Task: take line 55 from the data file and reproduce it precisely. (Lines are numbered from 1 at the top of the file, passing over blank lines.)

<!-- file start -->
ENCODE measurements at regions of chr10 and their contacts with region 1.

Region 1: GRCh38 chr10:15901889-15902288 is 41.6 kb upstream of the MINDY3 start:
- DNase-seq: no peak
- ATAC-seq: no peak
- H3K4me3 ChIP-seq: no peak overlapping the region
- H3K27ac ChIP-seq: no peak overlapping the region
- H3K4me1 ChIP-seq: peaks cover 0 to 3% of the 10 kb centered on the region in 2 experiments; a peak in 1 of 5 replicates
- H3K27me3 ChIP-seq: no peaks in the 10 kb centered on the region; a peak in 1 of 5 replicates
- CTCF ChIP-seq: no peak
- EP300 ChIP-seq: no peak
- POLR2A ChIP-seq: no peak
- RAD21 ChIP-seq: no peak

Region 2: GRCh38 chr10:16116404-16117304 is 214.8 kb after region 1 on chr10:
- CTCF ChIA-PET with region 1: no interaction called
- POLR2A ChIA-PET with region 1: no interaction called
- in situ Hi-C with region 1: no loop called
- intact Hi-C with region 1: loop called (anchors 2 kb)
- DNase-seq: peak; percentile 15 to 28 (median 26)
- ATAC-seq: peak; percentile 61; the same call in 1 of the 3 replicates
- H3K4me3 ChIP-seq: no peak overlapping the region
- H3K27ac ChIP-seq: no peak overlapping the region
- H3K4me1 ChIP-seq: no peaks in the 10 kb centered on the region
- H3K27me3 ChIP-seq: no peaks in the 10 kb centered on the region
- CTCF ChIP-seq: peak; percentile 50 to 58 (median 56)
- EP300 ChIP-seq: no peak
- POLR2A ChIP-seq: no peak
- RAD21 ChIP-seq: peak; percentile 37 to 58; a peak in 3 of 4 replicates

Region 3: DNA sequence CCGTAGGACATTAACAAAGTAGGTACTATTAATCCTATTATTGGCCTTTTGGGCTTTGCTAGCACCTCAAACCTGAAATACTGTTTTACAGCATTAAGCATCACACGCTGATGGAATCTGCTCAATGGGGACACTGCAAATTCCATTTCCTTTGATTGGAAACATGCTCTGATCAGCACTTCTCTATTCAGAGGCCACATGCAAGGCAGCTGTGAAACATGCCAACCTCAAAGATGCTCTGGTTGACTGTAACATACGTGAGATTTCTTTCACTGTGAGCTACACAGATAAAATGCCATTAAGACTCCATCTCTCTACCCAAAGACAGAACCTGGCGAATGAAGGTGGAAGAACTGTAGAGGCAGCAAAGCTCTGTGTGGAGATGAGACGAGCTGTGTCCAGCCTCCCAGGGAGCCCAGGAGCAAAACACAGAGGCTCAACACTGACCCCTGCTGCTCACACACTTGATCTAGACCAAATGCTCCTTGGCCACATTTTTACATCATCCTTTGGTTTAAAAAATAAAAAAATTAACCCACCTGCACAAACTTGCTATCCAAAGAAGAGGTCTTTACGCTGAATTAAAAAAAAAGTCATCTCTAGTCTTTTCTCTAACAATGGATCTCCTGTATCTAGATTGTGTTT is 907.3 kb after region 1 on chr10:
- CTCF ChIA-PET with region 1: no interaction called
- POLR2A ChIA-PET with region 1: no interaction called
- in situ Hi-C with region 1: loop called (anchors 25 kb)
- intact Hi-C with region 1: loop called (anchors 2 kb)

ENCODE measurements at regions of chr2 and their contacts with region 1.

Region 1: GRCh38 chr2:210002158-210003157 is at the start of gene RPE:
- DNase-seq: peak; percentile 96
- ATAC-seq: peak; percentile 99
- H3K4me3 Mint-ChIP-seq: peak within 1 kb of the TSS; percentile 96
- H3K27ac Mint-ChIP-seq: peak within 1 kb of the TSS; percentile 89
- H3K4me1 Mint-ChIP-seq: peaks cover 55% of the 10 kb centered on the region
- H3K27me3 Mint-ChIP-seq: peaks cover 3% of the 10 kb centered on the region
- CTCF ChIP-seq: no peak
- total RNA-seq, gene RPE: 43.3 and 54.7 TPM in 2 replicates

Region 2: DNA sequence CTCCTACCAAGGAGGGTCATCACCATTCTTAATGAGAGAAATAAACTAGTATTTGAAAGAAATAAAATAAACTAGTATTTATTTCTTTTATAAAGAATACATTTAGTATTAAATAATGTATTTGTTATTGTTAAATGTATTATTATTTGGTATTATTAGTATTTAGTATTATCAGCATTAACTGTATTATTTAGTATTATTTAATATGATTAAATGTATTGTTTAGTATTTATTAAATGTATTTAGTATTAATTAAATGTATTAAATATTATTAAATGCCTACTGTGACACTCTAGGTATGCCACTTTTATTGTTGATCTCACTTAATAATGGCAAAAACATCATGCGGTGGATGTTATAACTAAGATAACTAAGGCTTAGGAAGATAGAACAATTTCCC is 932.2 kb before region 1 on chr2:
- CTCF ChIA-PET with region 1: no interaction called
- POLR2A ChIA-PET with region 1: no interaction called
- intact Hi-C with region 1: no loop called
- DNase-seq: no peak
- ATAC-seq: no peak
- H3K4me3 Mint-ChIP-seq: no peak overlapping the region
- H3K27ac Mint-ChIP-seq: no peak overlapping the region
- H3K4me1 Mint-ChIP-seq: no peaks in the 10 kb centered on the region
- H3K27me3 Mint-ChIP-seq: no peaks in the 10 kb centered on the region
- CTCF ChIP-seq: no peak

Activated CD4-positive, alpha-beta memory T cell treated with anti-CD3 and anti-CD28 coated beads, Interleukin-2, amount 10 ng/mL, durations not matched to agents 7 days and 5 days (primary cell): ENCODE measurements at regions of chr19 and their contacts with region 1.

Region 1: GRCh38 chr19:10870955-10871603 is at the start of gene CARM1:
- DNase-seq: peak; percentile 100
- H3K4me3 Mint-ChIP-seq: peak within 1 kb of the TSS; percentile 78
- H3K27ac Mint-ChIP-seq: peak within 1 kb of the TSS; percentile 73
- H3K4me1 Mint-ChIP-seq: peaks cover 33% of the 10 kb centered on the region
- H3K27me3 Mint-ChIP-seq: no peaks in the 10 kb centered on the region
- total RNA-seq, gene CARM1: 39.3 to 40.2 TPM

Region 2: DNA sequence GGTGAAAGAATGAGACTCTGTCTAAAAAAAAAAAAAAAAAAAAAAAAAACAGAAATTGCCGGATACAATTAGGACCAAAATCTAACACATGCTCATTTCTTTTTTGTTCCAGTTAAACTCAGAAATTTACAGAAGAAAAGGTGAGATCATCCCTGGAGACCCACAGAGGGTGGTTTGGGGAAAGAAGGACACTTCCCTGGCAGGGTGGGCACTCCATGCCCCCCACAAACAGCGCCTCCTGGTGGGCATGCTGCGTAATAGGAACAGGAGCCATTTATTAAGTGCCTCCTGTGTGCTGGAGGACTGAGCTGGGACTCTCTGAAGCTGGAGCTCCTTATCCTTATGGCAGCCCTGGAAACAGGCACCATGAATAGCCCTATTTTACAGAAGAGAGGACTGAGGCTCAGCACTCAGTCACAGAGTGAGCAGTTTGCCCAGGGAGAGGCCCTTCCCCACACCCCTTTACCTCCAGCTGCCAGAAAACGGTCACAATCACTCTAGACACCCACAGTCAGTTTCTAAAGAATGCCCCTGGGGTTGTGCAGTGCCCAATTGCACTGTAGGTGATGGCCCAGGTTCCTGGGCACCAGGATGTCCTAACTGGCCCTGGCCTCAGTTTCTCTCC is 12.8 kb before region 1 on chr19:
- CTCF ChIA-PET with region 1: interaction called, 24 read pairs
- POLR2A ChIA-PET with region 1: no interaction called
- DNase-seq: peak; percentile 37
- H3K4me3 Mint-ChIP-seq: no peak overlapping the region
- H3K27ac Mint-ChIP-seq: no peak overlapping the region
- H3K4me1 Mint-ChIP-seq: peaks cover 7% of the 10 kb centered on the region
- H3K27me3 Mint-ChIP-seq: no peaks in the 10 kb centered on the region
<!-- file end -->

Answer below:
Region 1: GRCh38 chr19:10870955-10871603 is at the start of gene CARM1: